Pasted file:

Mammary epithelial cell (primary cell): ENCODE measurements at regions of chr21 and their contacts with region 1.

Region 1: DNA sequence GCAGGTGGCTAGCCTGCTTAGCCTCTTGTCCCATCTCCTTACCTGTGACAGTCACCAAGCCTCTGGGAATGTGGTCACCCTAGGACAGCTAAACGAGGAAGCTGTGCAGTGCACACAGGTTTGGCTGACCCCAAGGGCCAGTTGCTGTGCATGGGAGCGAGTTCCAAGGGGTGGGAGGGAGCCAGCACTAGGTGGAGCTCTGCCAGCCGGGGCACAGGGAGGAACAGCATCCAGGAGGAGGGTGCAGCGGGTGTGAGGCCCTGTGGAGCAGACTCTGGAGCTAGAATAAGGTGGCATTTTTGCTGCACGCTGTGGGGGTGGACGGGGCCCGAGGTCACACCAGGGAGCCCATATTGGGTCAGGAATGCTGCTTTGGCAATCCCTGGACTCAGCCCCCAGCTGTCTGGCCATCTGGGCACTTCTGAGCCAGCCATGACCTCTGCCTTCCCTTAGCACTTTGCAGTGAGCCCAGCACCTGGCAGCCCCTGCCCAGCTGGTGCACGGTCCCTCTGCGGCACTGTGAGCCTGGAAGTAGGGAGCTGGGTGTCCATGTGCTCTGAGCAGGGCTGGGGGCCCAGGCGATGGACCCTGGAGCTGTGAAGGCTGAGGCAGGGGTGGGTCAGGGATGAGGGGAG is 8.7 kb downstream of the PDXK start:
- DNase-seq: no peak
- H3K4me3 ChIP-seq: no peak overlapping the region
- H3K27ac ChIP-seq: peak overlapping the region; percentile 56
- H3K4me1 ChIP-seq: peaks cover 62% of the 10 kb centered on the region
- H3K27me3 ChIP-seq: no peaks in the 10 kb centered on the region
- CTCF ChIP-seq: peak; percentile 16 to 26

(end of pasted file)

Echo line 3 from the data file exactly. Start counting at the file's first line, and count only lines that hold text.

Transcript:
- DNase-seq: no peak